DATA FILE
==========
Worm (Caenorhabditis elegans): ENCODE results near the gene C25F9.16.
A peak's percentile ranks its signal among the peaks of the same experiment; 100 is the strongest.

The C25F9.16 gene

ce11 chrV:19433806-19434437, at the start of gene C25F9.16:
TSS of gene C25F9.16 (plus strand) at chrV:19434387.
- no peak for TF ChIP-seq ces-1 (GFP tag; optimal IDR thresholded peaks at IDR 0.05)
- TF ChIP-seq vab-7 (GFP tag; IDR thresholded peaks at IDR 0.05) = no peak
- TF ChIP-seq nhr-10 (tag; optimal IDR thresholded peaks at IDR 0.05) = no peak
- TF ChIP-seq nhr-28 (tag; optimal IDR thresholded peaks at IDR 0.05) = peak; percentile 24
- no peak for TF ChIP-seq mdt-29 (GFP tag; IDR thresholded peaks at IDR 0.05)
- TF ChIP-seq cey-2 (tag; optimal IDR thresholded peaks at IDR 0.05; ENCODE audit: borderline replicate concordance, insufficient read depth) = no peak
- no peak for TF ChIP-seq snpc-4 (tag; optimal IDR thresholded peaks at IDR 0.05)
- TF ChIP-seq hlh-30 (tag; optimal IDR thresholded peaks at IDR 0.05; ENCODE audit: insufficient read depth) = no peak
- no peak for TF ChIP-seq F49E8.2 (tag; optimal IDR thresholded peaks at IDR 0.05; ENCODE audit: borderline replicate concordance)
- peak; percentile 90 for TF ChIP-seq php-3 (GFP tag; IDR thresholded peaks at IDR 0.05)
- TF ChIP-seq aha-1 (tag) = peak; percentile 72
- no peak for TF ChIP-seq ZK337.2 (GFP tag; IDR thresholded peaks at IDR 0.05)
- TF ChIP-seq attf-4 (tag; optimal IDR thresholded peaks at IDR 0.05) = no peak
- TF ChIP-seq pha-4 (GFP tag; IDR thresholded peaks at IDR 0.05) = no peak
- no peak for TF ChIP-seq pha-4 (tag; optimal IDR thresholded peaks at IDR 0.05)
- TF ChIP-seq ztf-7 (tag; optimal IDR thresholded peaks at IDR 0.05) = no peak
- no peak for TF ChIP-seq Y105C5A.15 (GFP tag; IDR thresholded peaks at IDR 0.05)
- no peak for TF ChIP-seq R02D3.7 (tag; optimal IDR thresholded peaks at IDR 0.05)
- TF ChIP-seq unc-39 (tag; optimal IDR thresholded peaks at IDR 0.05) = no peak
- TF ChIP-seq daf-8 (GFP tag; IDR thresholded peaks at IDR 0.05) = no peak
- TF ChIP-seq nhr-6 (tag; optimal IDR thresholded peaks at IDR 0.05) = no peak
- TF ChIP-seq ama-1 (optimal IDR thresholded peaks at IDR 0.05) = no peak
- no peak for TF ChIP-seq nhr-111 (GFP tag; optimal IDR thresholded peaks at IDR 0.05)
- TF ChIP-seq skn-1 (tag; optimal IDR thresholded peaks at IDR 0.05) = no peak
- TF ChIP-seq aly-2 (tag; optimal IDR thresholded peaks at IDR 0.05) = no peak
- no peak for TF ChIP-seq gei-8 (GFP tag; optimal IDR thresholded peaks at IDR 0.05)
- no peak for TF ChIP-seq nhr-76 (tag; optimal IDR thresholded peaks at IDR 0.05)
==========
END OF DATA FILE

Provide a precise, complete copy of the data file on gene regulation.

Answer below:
Worm (Caenorhabditis elegans): ENCODE results near the gene C25F9.16.
A peak's percentile ranks its signal among the peaks of the same experiment; 100 is the strongest.

The C25F9.16 gene

ce11 chrV:19433806-19434437, at the start of gene C25F9.16:
TSS of gene C25F9.16 (plus strand) at chrV:19434387.
- no peak for TF ChIP-seq ces-1 (GFP tag; optimal IDR thresholded peaks at IDR 0.05)
- TF ChIP-seq vab-7 (GFP tag; IDR thresholded peaks at IDR 0.05) = no peak
- TF ChIP-seq nhr-10 (tag; optimal IDR thresholded peaks at IDR 0.05) = no peak
- TF ChIP-seq nhr-28 (tag; optimal IDR thresholded peaks at IDR 0.05) = peak; percentile 24
- no peak for TF ChIP-seq mdt-29 (GFP tag; IDR thresholded peaks at IDR 0.05)
- TF ChIP-seq cey-2 (tag; optimal IDR thresholded peaks at IDR 0.05; ENCODE audit: borderline replicate concordance, insufficient read depth) = no peak
- no peak for TF ChIP-seq snpc-4 (tag; optimal IDR thresholded peaks at IDR 0.05)
- TF ChIP-seq hlh-30 (tag; optimal IDR thresholded peaks at IDR 0.05; ENCODE audit: insufficient read depth) = no peak
- no peak for TF ChIP-seq F49E8.2 (tag; optimal IDR thresholded peaks at IDR 0.05; ENCODE audit: borderline replicate concordance)
- peak; percentile 90 for TF ChIP-seq php-3 (GFP tag; IDR thresholded peaks at IDR 0.05)
- TF ChIP-seq aha-1 (tag) = peak; percentile 72
- no peak for TF ChIP-seq ZK337.2 (GFP tag; IDR thresholded peaks at IDR 0.05)
- TF ChIP-seq attf-4 (tag; optimal IDR thresholded peaks at IDR 0.05) = no peak
- TF ChIP-seq pha-4 (GFP tag; IDR thresholded peaks at IDR 0.05) = no peak
- no peak for TF ChIP-seq pha-4 (tag; optimal IDR thresholded peaks at IDR 0.05)
- TF ChIP-seq ztf-7 (tag; optimal IDR thresholded peaks at IDR 0.05) = no peak
- no peak for TF ChIP-seq Y105C5A.15 (GFP tag; IDR thresholded peaks at IDR 0.05)
- no peak for TF ChIP-seq R02D3.7 (tag; optimal IDR thresholded peaks at IDR 0.05)
- TF ChIP-seq unc-39 (tag; optimal IDR thresholded peaks at IDR 0.05) = no peak
- TF ChIP-seq daf-8 (GFP tag; IDR thresholded peaks at IDR 0.05) = no peak
- TF ChIP-seq nhr-6 (tag; optimal IDR thresholded peaks at IDR 0.05) = no peak
- TF ChIP-seq ama-1 (optimal IDR thresholded peaks at IDR 0.05) = no peak
- no peak for TF ChIP-seq nhr-111 (GFP tag; optimal IDR thresholded peaks at IDR 0.05)
- TF ChIP-seq skn-1 (tag; optimal IDR thresholded peaks at IDR 0.05) = no peak
- TF ChIP-seq aly-2 (tag; optimal IDR thresholded peaks at IDR 0.05) = no peak
- no peak for TF ChIP-seq gei-8 (GFP tag; optimal IDR thresholded peaks at IDR 0.05)
- no peak for TF ChIP-seq nhr-76 (tag; optimal IDR thresholded peaks at IDR 0.05)